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Article citation: Francesco A. Calabrese, (2010) "KM and culture", VINE, Vol. 40 Iss: 3/4, pp. -
About the Guest Editor
Francesco A. Calabrese
Founder/President/CEO of the Enterprise Excellence Management Group, Int’l. Inc. (ExMG), a leadership and enterprise strategies consulting firm. He is an Adjunct Professor in The George Washington University, School of Engineering and Applied Science, specializing at the graduate level in the fields of: transformational enterprise change, leadership, knowledge management, systems engineering, decision support systems, and technology impact analyses; and also serves as Managing Director of GWU’s Institute for Knowledge and Innovation. He has had extensive writings in project and information management methods/tools/techniques; technical reports in geodetic, cartographic, engineering and intelligence systems; authored technical manuals in engineering and guided missiles subject areas; and has recently been publishing in the KM field on cultural behavior influences, system implementation structures, and holistic models and frameworks. A major portion of his 50 plus professional years have been spent in project management and enterprise leadership/mentoring roles. The spectrum embraces government military and civilian service assignments; large corporate full P&L responsibilities for a global 52 site, 2,500 person staff; and individual/small business technical and mentoring consultant/advisor engagements.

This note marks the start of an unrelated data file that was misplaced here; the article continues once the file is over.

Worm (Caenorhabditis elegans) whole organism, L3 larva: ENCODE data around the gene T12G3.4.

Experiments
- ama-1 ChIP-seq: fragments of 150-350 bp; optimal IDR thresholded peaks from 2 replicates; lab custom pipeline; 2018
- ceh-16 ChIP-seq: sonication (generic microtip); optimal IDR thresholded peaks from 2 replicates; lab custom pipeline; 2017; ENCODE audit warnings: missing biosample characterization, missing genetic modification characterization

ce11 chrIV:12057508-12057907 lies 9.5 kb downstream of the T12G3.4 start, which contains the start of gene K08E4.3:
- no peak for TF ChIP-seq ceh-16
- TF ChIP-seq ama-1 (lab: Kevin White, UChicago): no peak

Calabrese holds degrees in Civil Engineering, Management, and Systems Engineering. He is a Fellow of the American Society for Engineering Management; a Charter Member of Epsilon Mu Eta, the Engineering Management Honor Society; a Member of Chi Epsilon, the Civil Engineering National Honor Society; and a member of the Order of the Engineer. He is a graduate of Dartmouth University’s Executive Program “Beyond the Bottom Line”; attended two winter sessions at the Jungian Institute on the “Psychology of Human Behavior”; and was a Certified Nuclear Weapons Analyst and the US Army’s Program Manager and Technology Representative for Mapping and Geodesy during the 1960s change management era in moving from ground, sea and air to satellite based technology and processes for acquisition and production of cartographic and geospatial intelligence materials and products.